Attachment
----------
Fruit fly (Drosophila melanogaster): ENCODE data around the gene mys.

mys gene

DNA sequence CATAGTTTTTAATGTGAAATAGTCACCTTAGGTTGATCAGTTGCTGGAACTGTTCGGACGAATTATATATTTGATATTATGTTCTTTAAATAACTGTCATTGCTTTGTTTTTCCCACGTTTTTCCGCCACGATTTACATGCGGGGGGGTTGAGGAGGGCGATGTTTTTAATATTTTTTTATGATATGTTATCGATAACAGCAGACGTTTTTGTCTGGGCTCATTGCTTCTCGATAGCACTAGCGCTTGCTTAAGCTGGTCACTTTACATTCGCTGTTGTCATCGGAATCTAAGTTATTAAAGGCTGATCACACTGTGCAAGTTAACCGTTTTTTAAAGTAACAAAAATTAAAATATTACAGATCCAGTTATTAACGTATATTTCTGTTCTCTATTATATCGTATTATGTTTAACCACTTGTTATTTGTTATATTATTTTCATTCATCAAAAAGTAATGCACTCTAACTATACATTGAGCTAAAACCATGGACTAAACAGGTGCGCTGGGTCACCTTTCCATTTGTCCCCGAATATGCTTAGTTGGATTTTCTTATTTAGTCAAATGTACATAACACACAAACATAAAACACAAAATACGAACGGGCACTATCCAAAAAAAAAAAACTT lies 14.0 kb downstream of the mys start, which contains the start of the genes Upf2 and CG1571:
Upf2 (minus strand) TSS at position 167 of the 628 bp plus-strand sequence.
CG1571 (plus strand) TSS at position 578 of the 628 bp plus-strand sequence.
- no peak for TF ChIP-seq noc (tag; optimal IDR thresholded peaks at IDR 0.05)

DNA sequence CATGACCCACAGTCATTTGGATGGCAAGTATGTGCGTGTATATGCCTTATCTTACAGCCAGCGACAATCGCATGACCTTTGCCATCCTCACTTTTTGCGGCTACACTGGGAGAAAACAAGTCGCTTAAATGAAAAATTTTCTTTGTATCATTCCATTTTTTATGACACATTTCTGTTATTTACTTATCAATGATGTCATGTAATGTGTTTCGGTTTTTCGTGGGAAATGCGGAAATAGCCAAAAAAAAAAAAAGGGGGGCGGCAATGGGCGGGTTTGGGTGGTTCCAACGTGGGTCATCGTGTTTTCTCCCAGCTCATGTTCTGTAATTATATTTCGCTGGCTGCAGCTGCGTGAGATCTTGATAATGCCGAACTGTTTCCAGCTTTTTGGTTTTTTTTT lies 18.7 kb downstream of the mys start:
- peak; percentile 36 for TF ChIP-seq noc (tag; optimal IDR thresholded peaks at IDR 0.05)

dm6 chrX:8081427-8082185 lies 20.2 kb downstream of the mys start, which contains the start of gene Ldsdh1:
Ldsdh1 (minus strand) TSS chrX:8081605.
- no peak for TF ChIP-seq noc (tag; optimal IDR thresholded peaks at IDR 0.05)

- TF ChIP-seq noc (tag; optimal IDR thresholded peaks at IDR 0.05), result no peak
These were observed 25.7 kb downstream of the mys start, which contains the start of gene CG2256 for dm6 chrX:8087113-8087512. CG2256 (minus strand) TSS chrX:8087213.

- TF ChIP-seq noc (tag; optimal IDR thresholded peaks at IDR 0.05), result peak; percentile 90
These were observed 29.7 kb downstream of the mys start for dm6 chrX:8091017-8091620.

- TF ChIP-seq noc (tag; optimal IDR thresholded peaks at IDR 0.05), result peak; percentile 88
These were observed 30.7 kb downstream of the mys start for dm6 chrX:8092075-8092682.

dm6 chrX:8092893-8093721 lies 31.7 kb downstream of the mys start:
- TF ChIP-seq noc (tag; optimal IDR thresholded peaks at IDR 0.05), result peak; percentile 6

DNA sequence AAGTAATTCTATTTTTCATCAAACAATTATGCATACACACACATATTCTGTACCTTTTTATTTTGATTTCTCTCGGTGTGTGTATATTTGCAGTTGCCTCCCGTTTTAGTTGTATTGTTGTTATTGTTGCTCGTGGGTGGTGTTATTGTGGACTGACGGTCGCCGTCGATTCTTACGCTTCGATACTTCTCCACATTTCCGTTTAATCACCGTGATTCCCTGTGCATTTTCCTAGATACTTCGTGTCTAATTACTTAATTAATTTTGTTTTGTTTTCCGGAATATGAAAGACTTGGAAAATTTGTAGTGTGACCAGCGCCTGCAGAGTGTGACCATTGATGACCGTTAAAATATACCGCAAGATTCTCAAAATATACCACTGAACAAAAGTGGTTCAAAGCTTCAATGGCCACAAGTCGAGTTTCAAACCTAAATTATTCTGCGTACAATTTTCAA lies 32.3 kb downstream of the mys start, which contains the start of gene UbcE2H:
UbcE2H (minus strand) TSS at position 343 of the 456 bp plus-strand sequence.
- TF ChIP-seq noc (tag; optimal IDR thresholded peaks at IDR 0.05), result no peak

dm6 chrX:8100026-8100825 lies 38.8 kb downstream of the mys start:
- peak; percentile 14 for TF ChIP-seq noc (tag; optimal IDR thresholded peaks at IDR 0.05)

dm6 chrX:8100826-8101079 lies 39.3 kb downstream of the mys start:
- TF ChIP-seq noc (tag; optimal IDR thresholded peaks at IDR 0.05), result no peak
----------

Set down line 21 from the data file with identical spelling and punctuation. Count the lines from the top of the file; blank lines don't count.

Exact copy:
UbcE2H (minus strand) TSS at position 343 of the 456 bp plus-strand sequence.